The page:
The Lomography Atoll 17mm f / 2.8 M-Mount Lens: Get up close and personal with your subject. No closer. No really, come a little closer …

It’s just a bit of fun with my Leica M6 and the new Leica M-Mount Lomography Atoll 17mm f / 2.8 wide-angle lens. This isn’t really a review, it certainly isn’t too technical, and I’m not going to talk about the edge sharpness at f / 4 or the micro-contrast of the lens: it’s a user’s experiences and opinions about the lens.

I’ve probably shot 150+ pictures now – all with my Leica M6 TTL – so I feel like I have an idea of ​​what it’s good for and what’s not good for.

If you read EMULSIVE, or 35mmc, or one of several other film photography blogs that you’re likely to have GAS on from time to time. I definitely do. And you’ve likely had experiences similar to mine on Kickstarter. I guess I have a 60/40 failure / success rate: some that never happened, one that I don’t expect will happen, some that were disappointing, and of course some that were great.

When I saw Lomography’s campaign for a 17mm WIDE angle lens in early 2021, two thoughts occurred to me: “That seems very funny” and “They are an established brand, I suppose they use them Kickstarter to gauge potential sales and they probably won’t run away with my money. “.

So I chose a promise and made a commitment. Lots of regular updates. The lens arrived on schedule in late August. The way Kickstarter is supposed to work.

First impressions

It’s solid and feels well made. It definitely gives the impression that it will last longer than a 7artisans / TTartisans lens. It’s a bit heavy – 500 g with both caps – but it’s not stupidly heavy. I’ve used it on my Leica M6 and while it definitely makes the camera heavy, it’s still very usable.

But for my workflow, it’s a small process:

Step one: Measure with the camera’s viewfinder and choose your aperture and shutter speed. I’m useless when it comes to Sunny 16. I understand the theory, but I am struggling to get it to work. That’s why I prefer a camera with a built-in measuring device.

Small problem # 1: It’s a clickless aperture ring – I suppose for cinema use? – and I accidentally keep moving it when I concentrate.

Step two: Focus using the camera’s viewfinder. Okay, maybe you don’t have to. A 17mm lens at f / 5.6 – as indicated on the lens – has a hyperfocal range of 0.9m to infinity. So you can just leave it at f / 5.6 or smaller and not bother with the focus ring too much. I think when I keep my eye on the viewfinder I like to see the rangefinder patches lined up.

Step three: Compose with the hot shoe viewfinder that came with the lens and press the shutter button.

Small problem # 2: The viewfinder is cheap plastic nonsense. It almost shows the correct field of vision. Almost. Things I’m SURE I had in the viewfinder weren’t negative. I don’t know how much more a “nice” external viewfinder would have cost, but it would probably have been worth it.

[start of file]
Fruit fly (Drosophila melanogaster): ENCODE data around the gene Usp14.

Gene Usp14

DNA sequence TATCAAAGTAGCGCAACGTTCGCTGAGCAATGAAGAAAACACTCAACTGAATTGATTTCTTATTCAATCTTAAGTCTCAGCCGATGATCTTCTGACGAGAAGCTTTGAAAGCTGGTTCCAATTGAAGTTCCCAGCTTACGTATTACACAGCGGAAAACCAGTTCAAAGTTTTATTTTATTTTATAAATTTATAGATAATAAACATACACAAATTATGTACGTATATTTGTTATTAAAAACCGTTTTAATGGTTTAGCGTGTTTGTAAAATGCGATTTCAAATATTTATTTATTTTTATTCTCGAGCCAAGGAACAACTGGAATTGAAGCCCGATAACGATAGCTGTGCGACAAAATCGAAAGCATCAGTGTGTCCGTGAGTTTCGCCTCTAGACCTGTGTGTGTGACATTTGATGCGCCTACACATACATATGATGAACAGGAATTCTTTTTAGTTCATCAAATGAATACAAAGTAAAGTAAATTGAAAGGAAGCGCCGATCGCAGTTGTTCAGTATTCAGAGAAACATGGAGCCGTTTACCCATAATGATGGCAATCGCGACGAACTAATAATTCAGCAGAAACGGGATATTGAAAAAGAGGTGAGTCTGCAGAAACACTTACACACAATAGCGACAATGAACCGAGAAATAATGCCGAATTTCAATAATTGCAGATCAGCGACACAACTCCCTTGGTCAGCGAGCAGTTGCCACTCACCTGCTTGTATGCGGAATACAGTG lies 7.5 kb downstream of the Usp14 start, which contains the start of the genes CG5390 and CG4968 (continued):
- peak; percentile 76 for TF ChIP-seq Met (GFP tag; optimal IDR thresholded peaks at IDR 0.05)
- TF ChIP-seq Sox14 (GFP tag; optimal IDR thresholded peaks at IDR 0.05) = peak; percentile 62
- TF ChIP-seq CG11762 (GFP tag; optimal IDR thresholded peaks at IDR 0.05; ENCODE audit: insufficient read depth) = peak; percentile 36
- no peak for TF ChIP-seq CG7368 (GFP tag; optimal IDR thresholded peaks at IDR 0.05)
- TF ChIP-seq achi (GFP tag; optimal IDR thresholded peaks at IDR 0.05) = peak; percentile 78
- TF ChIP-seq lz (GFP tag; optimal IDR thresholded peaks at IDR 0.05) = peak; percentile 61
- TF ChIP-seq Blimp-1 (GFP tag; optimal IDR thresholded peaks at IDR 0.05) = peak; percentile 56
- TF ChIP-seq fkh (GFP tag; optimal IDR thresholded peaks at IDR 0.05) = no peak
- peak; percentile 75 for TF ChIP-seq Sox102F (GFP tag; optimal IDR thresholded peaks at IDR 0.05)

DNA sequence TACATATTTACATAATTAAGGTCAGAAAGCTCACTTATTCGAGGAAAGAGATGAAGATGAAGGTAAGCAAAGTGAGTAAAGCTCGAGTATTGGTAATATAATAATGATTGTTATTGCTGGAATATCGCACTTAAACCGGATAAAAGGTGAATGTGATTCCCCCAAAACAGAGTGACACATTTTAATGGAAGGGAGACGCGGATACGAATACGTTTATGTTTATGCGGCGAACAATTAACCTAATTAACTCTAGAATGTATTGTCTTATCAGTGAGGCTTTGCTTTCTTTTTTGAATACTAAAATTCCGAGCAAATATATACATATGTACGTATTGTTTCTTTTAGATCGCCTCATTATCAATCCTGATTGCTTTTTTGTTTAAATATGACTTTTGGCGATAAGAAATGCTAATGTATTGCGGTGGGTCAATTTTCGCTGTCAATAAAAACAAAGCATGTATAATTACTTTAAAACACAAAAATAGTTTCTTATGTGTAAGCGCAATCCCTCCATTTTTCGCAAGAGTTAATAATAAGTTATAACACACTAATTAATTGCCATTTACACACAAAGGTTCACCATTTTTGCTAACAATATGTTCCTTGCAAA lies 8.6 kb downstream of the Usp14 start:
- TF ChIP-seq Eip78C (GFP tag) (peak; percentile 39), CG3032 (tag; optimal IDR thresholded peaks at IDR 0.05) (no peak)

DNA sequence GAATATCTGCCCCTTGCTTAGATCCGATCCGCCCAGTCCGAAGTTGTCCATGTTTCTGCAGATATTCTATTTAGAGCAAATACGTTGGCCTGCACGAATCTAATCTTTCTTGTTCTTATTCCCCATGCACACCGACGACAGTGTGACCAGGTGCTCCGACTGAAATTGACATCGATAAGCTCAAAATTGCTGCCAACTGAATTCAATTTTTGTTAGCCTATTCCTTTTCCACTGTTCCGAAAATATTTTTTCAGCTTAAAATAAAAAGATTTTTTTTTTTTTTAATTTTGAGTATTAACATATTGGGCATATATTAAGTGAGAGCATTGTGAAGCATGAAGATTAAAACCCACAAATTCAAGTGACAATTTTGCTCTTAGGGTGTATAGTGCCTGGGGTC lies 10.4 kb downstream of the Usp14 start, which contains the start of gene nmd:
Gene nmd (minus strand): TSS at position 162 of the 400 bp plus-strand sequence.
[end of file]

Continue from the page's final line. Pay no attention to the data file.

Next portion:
How wide is a 17mm lens on 35mm film?

I used to think 35mm was a wide angle lens. Then I went really far: 28mm. Then I borrowed a 24mm Canon tilt / shift lens for an architectural project for a few months.

OMG 17mm is WID E.

The subject in almost every picture on the first roll that I took is a little thing somewhere in the middle.

The lens needs instructions like: “Come closer. Come very close now. Can you come closer? Good, do that. Fill the frame!” I could have sworn the ball almost bumped against the lens in this picture:

When you go inside, the space is captured without having to take two or more images and stitch them together in Lightroom

You may be interested in …

Perhaps the best way to show the field of view is to make a few comparisons. I live near the Royal Exhibition Buildings in Melbourne and if you are a fan of Victorian architecture or the mid-19th century international exhibition movementNS Century is worth a look.

Camera, tripod, $ 4 spirit level, and lenses ready, this is what 50mm and 17mm look like from the same position:

50 mm vs. 17 mm field of view (left vs. right) – Fuji Acros 100 II ISO 100

… and for those of you who prefer a traditional side-by-side model (click / tap to zoom).

So what is it good for and what wouldn’t I use it for?

It’s probably not a great lens for ‘traditional’ open street photography as it’s a little hard to be sincere when you almost have to slide the lens in someone’s face to fill the frame, although I can imagine one Bruce guild wannabe gives him a try.

And no, it’s not a portrait lens. Certainly not if you’d like the topic to speak to you again, although it’s fun to snap a photo over the table at a dim sum lunch, my lunch buddy smile, the remains of our food, and most of it of the restaurant in the frame.

For me, it will find its most use in expansive landscapes, crazy interiors, and architecture. It’s not a high quality lens like a Canon 17mm T / S, but it doesn’t pretend to be either. If you take care to keep the plane of the film parallel to the subject, distortion and keystone distortion are acceptable and easy to fix.

Some correction needed (before / after, left / right) – Fomapan Creative 200 ISO 200

Another side by side:

And sometimes the distortion adds to the picture:

I had a great time on a recent visit to Sydney – my first trip from Melbourne this year, thank you Mr. COVID-19 – hunting for brutalist architecture, snapping up some art and the interiors of some Sydney pubs famous for cold Beer and horseshoe bars.

Is the M-Mount Lomography Atoll 17mm f / 2.8 a guardian? Will it use a lot? Ask me again in 12 months. Right now the answers are tending towards “no” for both, but I haven’t tossed it on my Sony A7 to see how it fares there. But it’s a lot of fun – as long as you get CLOSE!

~ Nick

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